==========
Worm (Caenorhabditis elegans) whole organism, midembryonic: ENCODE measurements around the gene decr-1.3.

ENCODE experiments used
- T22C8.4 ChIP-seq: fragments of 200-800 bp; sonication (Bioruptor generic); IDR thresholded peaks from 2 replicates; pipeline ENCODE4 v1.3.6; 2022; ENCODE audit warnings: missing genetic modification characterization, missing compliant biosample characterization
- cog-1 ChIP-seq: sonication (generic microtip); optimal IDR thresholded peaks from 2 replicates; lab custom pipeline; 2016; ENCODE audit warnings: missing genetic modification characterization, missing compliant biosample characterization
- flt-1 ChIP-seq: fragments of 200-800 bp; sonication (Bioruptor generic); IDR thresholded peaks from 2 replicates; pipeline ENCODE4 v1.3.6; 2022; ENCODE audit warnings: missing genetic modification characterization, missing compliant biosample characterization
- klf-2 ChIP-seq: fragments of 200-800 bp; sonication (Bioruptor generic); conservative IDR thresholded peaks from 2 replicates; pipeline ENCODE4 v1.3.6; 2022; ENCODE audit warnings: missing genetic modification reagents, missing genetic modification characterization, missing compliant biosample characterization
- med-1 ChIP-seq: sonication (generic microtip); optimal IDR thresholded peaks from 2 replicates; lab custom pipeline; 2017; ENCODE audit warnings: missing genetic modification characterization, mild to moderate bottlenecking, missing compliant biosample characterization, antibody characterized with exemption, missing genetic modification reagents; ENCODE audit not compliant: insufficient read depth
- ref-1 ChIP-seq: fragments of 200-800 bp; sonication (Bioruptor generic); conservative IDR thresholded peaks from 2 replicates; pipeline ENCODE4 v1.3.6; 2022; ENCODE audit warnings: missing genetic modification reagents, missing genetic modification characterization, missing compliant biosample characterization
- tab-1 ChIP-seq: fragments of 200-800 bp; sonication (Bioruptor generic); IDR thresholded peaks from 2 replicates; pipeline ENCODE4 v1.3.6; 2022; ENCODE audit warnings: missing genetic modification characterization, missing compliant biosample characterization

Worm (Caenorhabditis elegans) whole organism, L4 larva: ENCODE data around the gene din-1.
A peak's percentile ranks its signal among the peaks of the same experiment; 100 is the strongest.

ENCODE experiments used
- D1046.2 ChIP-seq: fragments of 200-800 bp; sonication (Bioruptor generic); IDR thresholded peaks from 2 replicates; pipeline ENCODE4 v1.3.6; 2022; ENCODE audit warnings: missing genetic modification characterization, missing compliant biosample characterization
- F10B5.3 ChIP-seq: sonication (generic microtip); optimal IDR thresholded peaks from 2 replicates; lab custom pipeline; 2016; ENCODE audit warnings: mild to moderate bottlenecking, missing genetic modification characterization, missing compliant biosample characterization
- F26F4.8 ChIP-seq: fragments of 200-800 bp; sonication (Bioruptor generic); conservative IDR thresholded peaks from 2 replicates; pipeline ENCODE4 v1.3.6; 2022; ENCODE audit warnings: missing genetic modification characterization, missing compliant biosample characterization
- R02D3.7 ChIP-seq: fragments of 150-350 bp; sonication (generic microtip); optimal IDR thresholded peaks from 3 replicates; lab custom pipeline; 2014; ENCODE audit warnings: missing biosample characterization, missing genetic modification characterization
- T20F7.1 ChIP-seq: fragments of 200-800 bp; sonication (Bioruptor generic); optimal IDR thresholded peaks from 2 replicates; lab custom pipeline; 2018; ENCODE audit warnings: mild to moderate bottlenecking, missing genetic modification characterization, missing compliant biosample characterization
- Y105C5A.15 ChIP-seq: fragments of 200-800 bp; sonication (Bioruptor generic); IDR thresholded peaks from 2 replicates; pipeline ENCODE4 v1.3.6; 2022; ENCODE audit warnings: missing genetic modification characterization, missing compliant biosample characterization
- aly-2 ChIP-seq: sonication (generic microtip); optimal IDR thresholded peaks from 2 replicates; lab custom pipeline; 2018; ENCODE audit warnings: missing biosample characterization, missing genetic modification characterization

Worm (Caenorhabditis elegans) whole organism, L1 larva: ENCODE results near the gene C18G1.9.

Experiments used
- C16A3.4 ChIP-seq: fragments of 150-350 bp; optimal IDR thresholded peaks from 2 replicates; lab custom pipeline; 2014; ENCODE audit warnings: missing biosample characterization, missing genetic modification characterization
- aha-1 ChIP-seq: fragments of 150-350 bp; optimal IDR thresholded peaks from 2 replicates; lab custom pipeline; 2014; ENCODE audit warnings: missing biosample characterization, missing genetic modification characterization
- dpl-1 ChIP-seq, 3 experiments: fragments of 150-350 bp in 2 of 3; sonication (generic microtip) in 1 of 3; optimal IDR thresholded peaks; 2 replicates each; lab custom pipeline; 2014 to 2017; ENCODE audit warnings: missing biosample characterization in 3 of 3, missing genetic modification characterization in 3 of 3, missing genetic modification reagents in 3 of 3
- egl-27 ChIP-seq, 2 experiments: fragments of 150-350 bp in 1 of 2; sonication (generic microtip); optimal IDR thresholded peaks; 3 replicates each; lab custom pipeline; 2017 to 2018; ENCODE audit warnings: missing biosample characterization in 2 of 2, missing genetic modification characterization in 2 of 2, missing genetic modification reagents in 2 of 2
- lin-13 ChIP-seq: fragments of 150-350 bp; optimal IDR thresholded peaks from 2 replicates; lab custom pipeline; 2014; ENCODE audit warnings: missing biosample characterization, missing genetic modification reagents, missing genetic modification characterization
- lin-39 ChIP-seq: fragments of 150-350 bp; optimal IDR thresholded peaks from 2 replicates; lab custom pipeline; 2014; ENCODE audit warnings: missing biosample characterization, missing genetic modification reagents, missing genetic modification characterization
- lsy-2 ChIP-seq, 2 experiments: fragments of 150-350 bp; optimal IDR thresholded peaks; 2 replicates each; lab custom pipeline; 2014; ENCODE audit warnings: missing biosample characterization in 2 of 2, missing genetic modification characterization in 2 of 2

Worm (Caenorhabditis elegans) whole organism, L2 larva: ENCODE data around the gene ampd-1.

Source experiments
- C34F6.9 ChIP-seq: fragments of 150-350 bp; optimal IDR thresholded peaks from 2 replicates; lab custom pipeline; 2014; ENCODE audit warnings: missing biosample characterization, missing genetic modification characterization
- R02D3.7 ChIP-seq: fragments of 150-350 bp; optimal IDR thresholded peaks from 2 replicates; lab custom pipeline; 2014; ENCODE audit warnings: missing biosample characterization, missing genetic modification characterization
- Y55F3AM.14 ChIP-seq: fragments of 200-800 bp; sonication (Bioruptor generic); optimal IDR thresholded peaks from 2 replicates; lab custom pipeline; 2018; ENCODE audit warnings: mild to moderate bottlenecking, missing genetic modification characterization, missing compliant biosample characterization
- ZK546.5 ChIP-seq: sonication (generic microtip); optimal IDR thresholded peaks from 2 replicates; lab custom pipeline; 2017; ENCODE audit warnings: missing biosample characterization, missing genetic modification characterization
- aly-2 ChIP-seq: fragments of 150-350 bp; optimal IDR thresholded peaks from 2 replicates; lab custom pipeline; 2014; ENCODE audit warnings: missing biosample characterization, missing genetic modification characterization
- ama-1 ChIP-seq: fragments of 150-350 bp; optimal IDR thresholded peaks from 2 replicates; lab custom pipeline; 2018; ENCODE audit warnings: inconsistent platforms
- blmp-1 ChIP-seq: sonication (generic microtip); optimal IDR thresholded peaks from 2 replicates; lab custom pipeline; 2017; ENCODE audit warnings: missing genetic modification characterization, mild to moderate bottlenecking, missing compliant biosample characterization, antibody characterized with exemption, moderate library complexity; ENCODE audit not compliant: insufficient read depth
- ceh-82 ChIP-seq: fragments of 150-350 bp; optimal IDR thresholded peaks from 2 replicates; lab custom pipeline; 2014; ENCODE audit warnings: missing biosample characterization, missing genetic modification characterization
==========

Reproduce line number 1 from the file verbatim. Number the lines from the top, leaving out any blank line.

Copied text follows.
Worm (Caenorhabditis elegans) whole organism, midembryonic: ENCODE measurements around the gene decr-1.3.